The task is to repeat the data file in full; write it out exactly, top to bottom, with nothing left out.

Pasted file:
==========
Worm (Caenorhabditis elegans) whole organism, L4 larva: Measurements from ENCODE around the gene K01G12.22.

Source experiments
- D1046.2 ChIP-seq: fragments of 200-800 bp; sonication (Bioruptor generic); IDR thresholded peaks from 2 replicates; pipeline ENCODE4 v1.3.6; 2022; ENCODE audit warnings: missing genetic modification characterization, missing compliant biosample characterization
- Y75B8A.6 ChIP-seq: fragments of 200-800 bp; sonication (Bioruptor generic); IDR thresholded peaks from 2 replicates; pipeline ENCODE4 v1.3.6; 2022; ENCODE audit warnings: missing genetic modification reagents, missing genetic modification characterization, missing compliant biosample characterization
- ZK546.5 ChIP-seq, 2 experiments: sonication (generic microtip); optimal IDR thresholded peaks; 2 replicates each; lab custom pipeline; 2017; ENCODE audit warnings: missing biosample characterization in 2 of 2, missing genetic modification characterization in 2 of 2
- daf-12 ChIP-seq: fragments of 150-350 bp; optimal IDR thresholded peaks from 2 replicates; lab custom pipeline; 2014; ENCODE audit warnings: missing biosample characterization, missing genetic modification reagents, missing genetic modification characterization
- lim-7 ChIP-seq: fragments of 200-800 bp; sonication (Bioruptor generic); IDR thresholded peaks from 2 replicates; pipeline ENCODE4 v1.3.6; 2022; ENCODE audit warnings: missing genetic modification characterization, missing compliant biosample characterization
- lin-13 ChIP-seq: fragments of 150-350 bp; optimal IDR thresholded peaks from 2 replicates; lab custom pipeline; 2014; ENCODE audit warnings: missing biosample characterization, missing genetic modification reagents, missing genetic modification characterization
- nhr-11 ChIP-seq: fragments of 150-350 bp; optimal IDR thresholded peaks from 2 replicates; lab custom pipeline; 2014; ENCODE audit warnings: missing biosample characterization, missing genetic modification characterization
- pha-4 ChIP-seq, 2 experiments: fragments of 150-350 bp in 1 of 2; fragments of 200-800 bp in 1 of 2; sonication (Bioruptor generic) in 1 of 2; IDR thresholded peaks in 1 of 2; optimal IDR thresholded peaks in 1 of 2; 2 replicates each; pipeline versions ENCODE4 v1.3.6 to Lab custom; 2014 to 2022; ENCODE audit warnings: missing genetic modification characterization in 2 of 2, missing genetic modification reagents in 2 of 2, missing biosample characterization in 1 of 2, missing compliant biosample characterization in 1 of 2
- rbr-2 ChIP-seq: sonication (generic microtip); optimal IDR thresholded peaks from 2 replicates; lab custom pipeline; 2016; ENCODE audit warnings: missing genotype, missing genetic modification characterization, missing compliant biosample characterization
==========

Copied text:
Worm (Caenorhabditis elegans) whole organism, L4 larva: Measurements from ENCODE around the gene K01G12.22.

Source experiments
- D1046.2 ChIP-seq: fragments of 200-800 bp; sonication (Bioruptor generic); IDR thresholded peaks from 2 replicates; pipeline ENCODE4 v1.3.6; 2022; ENCODE audit warnings: missing genetic modification characterization, missing compliant biosample characterization
- Y75B8A.6 ChIP-seq: fragments of 200-800 bp; sonication (Bioruptor generic); IDR thresholded peaks from 2 replicates; pipeline ENCODE4 v1.3.6; 2022; ENCODE audit warnings: missing genetic modification reagents, missing genetic modification characterization, missing compliant biosample characterization
- ZK546.5 ChIP-seq, 2 experiments: sonication (generic microtip); optimal IDR thresholded peaks; 2 replicates each; lab custom pipeline; 2017; ENCODE audit warnings: missing biosample characterization in 2 of 2, missing genetic modification characterization in 2 of 2
- daf-12 ChIP-seq: fragments of 150-350 bp; optimal IDR thresholded peaks from 2 replicates; lab custom pipeline; 2014; ENCODE audit warnings: missing biosample characterization, missing genetic modification reagents, missing genetic modification characterization
- lim-7 ChIP-seq: fragments of 200-800 bp; sonication (Bioruptor generic); IDR thresholded peaks from 2 replicates; pipeline ENCODE4 v1.3.6; 2022; ENCODE audit warnings: missing genetic modification characterization, missing compliant biosample characterization
- lin-13 ChIP-seq: fragments of 150-350 bp; optimal IDR thresholded peaks from 2 replicates; lab custom pipeline; 2014; ENCODE audit warnings: missing biosample characterization, missing genetic modification reagents, missing genetic modification characterization
- nhr-11 ChIP-seq: fragments of 150-350 bp; optimal IDR thresholded peaks from 2 replicates; lab custom pipeline; 2014; ENCODE audit warnings: missing biosample characterization, missing genetic modification characterization
- pha-4 ChIP-seq, 2 experiments: fragments of 150-350 bp in 1 of 2; fragments of 200-800 bp in 1 of 2; sonication (Bioruptor generic) in 1 of 2; IDR thresholded peaks in 1 of 2; optimal IDR thresholded peaks in 1 of 2; 2 replicates each; pipeline versions ENCODE4 v1.3.6 to Lab custom; 2014 to 2022; ENCODE audit warnings: missing genetic modification characterization in 2 of 2, missing genetic modification reagents in 2 of 2, missing biosample characterization in 1 of 2, missing compliant biosample characterization in 1 of 2
- rbr-2 ChIP-seq: sonication (generic microtip); optimal IDR thresholded peaks from 2 replicates; lab custom pipeline; 2016; ENCODE audit warnings: missing genotype, missing genetic modification characterization, missing compliant biosample characterization